"Out of nowhere, the mind comes forth"
The next time you're meditating and you catch yourself thinking, ask yourself where the thought came from. Try to see what sent it to you, and where it is now that it's here. Soon, you might realize that the thought is now gone. So where is it? If thoughts truly come from "nowhere," can they be controlled or even managed? Perhaps the true realization is that the mind and all its activity does come from nowhere, or at least nowhere that we can identify, and that being aware of it is our only option.
(Note: This phrase may not come from the Zen tradition, and might better be classified as a Buddhist sutra.)
The Tea Shop
A master told his students that a local tea shop owner had a wonderful understanding of Zen wisdom. After this, the woman who ran the tea shop noticed that more students were showing up. If she sensed that someone came for the tea, she would serve them graciously. If she sensed they came to learn about her understanding of Zen wisdom, she would hit them with a fire-poker.
It's one of the great paradoxes of Zen that trying to become enlightened results in disappointment, as you've already failed by having a goal. I've written about this before and I think it's one of the hardest concepts for 21st-century humans to really embrace — you can't desire to not desire, because that's desiring. We're also human and can't really help ourselves.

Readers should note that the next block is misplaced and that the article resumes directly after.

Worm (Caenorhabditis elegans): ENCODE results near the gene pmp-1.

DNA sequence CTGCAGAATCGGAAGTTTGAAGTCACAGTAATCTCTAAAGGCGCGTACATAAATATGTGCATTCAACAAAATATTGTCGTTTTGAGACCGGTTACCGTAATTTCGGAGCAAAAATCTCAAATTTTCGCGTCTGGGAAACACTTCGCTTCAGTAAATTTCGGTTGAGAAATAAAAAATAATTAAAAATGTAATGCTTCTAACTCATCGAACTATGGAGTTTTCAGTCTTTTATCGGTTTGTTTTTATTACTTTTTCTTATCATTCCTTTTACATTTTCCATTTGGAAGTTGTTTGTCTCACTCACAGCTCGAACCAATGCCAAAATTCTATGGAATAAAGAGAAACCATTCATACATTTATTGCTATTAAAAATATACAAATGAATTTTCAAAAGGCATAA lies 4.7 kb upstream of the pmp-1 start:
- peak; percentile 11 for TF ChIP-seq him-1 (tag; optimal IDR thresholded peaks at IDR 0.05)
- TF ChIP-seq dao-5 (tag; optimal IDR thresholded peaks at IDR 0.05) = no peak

The corporal punishment notwithstanding, the tea shop owner teaches a valuable lesson. Tea shops are for drinking tea. That is the wisdom. Wanting something greater out of tea is like wanting my computer to type this issue for me and tell me who's going to win the Super Bowl this weekend, and wouldn't it mind placing some bets on my behalf as well? At least when it comes to what my computer is capable of, I'm keeping my expectations reasonable.
Wash Your Bowls
A new monk asked his master for instructions. The master asked if the monk had eaten breakfast, to which he replied that he had. "Wash your bowls," the master said.
Most of our memories concern moments of great elation or anguish. We don't often remember or think about the banal, which make up the vast majority of our experiences. Each day's tasks — making coffee, taking out the trash, feeding the cats, writing a newsletter — make up our lives. They are moments to be lived and experienced instead of lived through in anticipation of the astounding.
I have washed so many bowls in the last 11 months that I'd like never to see a sponge again. This is, of course, impossible. I will wash bowls today, and tomorrow, and the next day, and still after the pandemic is over. It is as much a part of my daily experience as the eating of breakfast.